Book Review in Wall Street Journal

March 18, 2013

India’s Founding Fathers

By the time Queen Victoria was declared Empress of India, the subcontinent’s ancient political traditions had been all but erased.

Britain dominated India for almost two centuries—initially through the East India Co. and later directly as the Raj—finally granting it independence in 1947. The Indian anti-colonial struggle was unique in that it reached its goal without violent overthrow. This was one of the great achievements of the nationalist movement’s enlightened leadership.

In “Righteous Republic: The Political Foundations of Modern India,” the historian Ananya Vajpeyi shows how these leaders looked to ancient Indian texts and traditions as they led the nation toward swaraj, or self-rule. The author profiles five prominent anti-colonial leaders and examines how each of them contributed to the nation’s successful “search for the self”: Mahatma Gandhi and Jawaharlal Nehru, who need no introduction; the Bengali poet and Nobel laureate Rabindranath Tagore; his nephew, the artist Abanindranath Tagore; and B.R. Ambedkar, the architect of the Indian constitution.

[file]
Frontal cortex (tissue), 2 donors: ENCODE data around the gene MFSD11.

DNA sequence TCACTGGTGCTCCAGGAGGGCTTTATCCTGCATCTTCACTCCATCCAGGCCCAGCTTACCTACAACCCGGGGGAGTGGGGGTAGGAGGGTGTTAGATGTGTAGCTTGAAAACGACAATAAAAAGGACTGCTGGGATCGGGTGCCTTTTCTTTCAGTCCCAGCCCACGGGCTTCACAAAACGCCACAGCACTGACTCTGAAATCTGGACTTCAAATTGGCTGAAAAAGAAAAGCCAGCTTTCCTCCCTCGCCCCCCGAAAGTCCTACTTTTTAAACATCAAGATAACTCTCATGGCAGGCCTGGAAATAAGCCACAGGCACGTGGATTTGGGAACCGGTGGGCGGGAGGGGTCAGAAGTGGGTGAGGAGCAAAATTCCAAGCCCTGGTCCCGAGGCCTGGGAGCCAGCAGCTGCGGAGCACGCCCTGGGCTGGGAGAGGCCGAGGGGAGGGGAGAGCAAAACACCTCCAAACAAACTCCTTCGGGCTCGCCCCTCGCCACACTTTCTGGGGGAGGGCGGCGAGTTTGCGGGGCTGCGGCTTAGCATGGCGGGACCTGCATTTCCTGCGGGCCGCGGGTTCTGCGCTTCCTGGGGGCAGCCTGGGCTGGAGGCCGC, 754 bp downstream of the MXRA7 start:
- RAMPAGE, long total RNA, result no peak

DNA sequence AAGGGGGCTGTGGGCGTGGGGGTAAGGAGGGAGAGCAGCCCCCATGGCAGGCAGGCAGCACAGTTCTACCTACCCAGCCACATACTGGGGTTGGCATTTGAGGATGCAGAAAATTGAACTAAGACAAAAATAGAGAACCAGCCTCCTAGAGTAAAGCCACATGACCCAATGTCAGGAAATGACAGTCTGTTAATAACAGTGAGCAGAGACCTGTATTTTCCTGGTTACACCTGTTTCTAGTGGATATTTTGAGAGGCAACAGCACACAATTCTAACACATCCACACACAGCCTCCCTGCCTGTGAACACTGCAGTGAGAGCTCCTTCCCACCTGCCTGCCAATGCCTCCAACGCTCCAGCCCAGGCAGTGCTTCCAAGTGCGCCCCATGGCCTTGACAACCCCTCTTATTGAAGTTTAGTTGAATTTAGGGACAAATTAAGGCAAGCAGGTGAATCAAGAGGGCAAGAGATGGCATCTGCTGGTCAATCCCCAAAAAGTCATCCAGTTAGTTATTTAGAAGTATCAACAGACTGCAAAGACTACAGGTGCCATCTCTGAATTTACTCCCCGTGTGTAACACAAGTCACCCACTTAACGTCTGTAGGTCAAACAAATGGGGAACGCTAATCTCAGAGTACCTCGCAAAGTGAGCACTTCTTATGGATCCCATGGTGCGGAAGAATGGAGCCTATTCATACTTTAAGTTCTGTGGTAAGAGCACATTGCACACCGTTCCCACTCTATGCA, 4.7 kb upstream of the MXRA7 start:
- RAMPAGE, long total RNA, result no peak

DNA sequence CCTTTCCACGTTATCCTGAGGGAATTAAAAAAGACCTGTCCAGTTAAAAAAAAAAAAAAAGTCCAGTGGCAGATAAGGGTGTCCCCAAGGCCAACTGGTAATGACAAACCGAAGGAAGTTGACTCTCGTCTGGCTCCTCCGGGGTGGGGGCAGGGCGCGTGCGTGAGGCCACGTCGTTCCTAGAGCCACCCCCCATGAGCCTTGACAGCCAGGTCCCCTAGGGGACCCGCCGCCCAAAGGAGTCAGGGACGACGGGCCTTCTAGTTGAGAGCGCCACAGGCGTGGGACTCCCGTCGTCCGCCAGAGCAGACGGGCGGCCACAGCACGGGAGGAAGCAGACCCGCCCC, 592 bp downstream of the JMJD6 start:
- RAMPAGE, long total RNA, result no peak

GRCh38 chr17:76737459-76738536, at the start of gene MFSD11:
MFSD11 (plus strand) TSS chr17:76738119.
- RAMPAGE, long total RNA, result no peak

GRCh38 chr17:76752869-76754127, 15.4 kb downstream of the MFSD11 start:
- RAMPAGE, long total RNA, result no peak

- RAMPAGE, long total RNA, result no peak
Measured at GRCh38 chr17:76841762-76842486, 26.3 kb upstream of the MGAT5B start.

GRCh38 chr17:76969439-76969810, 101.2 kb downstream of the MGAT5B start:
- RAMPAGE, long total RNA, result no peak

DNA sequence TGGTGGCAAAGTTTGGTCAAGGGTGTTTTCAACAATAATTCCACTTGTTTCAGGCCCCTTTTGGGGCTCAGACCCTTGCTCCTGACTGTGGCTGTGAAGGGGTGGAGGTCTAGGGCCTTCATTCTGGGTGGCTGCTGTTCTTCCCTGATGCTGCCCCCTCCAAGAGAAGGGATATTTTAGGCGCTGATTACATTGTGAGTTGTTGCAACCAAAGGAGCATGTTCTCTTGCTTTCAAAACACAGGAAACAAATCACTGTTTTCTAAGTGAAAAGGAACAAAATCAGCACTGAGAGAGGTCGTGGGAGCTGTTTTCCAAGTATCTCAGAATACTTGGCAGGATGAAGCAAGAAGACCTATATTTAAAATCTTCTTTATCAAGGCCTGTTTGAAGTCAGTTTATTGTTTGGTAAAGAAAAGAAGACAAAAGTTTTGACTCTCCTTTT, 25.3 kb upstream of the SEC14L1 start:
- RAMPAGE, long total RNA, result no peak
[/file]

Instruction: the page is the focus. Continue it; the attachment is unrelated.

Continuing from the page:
India had a glorious past, with millennia of learning, literature, science and art, culture and tradition. Yet by the time the country became the jewel in the crown of Queen Victoria, who was proclaimed Empress of India in 1877, knowledge of the ancient Indic political tradition—the ideas and practices by which “the precolonial kingdoms of the Mughals, the Deccani Sultans, the Nayakas, the Marathas, the Rajputs, and the Sikhs” ruled the subcontinent—had been all but erased thanks to a combination of colonial rule and internal decay. When Indians were told that democracy was a gift of the West, for example, very few questioned the assumption, even though panchayats, or self-governing village bodies, had existed for thousands of years on the subcontinent.